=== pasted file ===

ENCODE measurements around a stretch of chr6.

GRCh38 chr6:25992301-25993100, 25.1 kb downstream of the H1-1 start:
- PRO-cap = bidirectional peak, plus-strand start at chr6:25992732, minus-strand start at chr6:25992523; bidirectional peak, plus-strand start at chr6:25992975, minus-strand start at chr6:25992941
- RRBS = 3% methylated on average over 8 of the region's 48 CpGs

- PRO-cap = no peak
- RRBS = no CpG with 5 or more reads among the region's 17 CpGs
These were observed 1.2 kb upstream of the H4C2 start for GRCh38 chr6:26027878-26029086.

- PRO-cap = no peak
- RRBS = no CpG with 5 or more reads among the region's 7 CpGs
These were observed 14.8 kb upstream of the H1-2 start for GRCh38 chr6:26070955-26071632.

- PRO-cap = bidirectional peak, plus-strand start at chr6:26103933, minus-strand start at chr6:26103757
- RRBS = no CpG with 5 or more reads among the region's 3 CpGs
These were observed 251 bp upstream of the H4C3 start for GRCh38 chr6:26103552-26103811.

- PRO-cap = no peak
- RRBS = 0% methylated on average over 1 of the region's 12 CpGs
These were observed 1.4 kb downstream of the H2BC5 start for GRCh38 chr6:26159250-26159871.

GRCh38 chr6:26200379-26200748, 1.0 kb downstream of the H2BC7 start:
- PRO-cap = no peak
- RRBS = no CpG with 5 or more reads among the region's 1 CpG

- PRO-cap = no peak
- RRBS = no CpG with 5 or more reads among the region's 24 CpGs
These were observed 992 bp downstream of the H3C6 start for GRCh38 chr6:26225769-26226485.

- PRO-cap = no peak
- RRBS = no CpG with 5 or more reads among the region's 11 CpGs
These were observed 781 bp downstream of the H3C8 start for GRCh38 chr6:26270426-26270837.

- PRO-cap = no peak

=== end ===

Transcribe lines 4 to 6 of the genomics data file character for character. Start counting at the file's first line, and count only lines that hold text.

- RRBS = 3% methylated on average over 8 of the region's 48 CpGs

- PRO-cap = no peak
- RRBS = no CpG with 5 or more reads among the region's 17 CpGs